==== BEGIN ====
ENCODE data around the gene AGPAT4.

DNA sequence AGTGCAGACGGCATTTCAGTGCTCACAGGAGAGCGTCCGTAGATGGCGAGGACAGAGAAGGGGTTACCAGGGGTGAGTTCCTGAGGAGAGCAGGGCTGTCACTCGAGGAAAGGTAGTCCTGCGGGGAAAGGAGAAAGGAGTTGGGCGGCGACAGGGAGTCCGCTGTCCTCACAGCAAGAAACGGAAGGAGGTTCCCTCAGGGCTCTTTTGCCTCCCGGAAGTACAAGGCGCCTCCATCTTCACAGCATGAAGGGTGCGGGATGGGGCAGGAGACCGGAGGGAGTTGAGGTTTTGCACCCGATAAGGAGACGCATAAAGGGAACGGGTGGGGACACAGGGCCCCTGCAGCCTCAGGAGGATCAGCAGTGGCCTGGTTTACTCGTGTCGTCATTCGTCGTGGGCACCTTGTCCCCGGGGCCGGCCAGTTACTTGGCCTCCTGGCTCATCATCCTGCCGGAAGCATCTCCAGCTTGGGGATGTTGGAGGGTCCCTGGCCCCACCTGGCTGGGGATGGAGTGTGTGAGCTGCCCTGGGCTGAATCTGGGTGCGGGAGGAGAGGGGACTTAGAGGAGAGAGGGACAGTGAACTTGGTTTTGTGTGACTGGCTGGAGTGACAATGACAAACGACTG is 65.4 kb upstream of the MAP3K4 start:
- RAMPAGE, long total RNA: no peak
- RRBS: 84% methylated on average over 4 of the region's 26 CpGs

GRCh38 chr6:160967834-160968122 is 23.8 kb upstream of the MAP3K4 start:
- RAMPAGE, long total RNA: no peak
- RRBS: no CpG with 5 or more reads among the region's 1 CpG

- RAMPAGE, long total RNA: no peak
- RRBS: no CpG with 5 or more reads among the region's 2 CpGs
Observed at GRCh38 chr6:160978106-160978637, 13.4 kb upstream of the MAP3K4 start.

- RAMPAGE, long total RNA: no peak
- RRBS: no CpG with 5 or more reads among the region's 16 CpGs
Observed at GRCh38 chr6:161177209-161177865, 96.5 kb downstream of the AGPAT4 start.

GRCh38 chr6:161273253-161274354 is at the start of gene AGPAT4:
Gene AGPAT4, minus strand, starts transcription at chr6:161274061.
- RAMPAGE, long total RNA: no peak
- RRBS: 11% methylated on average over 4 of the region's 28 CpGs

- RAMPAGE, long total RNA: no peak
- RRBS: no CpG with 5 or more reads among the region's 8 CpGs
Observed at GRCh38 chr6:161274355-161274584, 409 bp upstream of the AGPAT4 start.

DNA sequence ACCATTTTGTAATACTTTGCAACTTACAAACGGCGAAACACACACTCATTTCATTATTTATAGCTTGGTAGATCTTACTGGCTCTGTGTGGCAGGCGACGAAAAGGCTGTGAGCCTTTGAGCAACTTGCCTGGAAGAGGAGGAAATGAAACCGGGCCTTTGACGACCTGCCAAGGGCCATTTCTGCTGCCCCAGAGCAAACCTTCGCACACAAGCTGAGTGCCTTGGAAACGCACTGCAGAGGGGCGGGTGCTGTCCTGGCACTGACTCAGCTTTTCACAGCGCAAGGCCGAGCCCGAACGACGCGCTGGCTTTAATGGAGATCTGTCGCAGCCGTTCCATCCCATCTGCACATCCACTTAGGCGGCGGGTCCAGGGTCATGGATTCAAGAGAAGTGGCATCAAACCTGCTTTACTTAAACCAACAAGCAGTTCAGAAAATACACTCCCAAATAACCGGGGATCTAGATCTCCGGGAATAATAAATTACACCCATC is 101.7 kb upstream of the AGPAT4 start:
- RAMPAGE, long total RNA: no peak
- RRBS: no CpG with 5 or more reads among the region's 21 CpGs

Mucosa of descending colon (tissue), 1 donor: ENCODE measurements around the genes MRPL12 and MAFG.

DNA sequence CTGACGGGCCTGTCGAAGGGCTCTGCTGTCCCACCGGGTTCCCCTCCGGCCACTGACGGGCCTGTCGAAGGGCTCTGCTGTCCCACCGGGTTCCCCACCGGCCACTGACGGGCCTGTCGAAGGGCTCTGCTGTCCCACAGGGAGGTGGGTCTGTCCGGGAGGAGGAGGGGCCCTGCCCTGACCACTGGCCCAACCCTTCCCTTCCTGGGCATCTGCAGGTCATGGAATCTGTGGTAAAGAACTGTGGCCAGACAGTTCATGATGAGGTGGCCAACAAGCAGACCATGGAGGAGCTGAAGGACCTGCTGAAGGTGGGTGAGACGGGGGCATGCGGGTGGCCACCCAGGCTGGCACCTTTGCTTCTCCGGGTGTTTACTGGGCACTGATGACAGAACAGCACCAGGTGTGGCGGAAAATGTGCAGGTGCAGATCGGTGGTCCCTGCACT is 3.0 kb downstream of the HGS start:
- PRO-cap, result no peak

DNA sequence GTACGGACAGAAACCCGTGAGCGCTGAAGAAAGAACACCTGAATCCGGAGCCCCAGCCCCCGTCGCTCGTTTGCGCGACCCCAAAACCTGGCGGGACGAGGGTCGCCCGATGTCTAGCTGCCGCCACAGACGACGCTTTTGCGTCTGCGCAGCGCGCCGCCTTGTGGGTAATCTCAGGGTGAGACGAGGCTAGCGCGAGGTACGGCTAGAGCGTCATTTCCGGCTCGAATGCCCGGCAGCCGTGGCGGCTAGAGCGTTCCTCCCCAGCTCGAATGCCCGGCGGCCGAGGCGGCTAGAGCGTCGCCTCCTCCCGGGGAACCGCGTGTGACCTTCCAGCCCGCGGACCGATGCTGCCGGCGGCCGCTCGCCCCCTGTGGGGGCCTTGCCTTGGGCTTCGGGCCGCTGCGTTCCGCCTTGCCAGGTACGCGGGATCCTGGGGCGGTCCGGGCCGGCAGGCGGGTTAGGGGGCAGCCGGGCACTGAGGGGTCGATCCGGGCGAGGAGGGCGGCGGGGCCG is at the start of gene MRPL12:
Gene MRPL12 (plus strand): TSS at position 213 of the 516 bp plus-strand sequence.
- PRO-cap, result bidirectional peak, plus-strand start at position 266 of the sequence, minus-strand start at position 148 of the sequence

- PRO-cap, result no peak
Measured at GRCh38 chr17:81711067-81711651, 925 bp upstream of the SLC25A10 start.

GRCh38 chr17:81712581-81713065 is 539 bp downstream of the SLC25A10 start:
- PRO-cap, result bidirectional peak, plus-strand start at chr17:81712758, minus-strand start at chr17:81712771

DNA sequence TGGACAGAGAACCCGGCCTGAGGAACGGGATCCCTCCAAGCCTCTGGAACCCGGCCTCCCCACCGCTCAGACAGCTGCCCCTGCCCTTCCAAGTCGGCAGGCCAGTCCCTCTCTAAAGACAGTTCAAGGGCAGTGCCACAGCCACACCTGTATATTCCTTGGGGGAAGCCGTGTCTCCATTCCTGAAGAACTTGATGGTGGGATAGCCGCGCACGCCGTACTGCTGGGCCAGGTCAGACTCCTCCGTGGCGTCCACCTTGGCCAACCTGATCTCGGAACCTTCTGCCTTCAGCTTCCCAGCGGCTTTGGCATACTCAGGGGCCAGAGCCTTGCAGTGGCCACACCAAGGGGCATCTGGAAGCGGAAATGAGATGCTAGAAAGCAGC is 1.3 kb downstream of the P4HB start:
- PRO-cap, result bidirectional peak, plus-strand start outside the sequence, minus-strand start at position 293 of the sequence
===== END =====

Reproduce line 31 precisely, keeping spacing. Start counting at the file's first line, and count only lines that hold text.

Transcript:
Measured at GRCh38 chr17:81711067-81711651, 925 bp upstream of the SLC25A10 start.